15 Jan Turtles, Bats… and more!
What do you do when you live in a biodiverse area with flora and fauna found nowhere else in the world, and you are a caring and compassionate person? You become a wildlife rehabilitator to help conserve the precious fauna in your corner of the planet.
Just over twenty years ago a small group of such people, living in and around the City of Albany in Western Australia, met and formed a group, Born Free Wildlife Carers, that would support its members in their work rehabilitating local fauna.
Today, the group has over twenty members and its president, Sue, is a well-known specialist in marine and freshwater turtle rehabilitation and conservation. The area has a population of the Western long necked turtles, some of which have the habit of laying their eggs in unsafe places such as people’s front lawns, road verges and other places frequented by dogs, cats and, sometimes, children. When this happens Sue and the other reptile rehabilitators frantically dig up the eggs and remove them from harm’s way, rushing them to their incubators for the hatching period. Finally, these little creatures are released into the freshwater habitat they were always destined for.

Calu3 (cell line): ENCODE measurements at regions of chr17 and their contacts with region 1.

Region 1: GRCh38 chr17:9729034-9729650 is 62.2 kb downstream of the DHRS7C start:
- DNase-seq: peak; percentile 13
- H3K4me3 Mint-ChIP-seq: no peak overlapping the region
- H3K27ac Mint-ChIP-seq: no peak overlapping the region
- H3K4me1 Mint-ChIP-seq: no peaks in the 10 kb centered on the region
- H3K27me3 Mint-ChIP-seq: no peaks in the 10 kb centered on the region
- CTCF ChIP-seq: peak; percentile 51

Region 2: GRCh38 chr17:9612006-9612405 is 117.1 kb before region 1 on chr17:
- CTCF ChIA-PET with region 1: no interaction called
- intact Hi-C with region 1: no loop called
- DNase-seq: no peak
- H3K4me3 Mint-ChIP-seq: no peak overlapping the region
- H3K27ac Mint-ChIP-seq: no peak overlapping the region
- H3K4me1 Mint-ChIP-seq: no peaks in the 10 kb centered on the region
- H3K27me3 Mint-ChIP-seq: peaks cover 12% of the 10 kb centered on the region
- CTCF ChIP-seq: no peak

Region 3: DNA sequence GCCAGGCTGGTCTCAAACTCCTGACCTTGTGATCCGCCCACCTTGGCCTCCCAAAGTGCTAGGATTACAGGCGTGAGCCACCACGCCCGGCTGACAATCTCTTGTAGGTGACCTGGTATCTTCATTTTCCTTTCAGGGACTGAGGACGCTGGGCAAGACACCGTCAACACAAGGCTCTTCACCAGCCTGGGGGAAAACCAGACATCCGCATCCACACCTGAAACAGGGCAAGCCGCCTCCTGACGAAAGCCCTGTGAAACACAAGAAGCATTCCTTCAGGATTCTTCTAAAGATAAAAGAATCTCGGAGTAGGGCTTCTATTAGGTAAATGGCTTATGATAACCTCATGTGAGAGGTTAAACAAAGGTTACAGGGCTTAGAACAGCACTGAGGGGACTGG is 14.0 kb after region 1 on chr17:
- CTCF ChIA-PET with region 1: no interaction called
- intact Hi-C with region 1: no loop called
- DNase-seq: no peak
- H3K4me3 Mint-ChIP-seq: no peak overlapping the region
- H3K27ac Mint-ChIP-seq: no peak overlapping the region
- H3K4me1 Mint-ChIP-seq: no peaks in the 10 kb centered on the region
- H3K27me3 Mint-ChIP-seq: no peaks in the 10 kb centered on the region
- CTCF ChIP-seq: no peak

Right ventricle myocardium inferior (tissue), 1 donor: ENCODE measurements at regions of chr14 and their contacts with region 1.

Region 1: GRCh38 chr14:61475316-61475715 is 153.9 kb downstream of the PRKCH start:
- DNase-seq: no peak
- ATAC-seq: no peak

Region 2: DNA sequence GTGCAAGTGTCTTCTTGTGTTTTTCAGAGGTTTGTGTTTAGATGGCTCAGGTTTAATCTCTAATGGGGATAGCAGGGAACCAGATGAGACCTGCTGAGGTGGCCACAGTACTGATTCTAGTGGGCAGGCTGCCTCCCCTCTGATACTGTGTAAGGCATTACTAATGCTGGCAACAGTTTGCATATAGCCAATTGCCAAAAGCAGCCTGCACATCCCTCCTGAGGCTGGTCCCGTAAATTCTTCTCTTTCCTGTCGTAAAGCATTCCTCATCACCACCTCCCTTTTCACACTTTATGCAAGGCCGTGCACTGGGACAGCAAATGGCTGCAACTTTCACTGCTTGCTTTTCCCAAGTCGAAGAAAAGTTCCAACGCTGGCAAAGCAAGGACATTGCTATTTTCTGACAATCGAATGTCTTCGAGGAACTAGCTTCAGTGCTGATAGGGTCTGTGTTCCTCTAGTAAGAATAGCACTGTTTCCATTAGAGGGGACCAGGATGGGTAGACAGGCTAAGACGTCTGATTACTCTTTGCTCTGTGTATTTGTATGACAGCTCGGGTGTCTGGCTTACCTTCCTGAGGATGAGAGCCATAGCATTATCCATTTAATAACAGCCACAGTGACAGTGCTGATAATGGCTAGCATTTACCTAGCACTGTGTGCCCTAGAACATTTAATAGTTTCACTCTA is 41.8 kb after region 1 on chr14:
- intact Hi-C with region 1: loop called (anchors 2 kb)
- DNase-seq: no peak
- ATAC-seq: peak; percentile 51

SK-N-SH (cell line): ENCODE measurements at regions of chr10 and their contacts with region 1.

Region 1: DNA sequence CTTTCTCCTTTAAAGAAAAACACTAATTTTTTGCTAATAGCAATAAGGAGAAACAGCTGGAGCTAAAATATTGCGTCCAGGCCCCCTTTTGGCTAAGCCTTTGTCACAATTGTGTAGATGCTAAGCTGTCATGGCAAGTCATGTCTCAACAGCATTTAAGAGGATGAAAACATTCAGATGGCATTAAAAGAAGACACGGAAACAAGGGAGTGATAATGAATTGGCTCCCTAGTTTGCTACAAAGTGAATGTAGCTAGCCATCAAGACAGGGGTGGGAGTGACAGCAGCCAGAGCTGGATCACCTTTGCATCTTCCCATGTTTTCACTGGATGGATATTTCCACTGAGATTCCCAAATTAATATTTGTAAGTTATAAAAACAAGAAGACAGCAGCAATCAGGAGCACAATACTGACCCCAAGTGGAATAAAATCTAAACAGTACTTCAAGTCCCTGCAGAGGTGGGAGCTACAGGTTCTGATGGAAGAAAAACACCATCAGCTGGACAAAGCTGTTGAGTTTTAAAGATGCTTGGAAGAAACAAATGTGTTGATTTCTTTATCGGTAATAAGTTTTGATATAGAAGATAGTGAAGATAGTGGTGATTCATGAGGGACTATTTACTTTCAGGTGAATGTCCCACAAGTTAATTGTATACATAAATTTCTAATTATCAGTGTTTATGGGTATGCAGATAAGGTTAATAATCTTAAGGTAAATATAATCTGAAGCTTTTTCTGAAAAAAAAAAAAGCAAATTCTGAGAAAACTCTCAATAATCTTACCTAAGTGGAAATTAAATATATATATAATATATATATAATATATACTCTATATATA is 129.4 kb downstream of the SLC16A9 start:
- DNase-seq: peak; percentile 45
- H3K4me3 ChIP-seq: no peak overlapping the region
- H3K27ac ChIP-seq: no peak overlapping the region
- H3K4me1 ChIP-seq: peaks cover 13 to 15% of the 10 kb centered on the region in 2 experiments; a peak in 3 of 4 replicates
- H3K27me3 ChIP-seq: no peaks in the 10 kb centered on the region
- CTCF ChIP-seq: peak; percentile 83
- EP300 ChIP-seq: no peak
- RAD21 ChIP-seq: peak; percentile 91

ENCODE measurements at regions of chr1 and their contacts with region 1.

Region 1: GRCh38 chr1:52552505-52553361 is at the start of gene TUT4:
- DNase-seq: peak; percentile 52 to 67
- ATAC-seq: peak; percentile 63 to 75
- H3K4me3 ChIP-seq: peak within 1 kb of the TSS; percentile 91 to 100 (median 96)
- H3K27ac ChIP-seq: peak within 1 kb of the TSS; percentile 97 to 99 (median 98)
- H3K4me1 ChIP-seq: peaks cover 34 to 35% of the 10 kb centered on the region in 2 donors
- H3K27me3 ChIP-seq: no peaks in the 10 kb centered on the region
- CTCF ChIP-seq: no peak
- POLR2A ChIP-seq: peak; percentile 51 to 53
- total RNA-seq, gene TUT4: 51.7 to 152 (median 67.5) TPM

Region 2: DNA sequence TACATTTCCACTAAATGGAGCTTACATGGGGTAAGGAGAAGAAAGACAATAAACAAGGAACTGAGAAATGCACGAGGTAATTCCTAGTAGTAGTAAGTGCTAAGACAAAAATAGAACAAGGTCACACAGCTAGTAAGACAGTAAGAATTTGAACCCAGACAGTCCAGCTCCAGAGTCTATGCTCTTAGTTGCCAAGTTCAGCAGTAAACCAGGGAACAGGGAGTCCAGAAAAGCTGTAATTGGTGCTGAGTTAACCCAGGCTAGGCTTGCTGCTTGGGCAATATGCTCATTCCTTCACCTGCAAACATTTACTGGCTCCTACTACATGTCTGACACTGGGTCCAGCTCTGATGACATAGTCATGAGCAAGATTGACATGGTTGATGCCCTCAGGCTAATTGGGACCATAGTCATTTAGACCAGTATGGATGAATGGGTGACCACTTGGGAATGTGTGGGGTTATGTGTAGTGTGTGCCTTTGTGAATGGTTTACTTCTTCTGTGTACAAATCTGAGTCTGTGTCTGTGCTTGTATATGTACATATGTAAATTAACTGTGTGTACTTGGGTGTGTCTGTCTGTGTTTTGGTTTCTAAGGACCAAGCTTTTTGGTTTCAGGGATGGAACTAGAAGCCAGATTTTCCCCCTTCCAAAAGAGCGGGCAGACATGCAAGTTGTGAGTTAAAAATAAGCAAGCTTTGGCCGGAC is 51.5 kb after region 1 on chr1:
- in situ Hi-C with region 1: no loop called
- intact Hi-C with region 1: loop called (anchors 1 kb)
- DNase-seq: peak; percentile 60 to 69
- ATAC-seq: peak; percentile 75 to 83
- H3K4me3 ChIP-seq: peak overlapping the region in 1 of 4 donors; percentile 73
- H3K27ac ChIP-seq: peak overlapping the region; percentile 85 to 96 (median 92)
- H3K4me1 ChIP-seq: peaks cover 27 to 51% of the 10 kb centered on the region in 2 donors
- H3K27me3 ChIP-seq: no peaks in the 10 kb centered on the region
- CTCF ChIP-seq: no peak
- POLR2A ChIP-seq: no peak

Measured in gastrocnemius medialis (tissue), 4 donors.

Of course, as a wildlife rehabilitator Sue also looks after other species, one of these being microbats. In her own words, “My best story, I still think, is of the microbat colony that lost its home when a roof was removed…mums fled leaving 12 tiny pinkies and just-furred babies…I took them home and tried the relentless task of trying to hand feed 12 micro mouths….kept them warm during that day in a heat box and took back to property that night at dusk….opened the lid and dozens of little microbats swarmed the heat box and took back every little baby.” A very happy ending.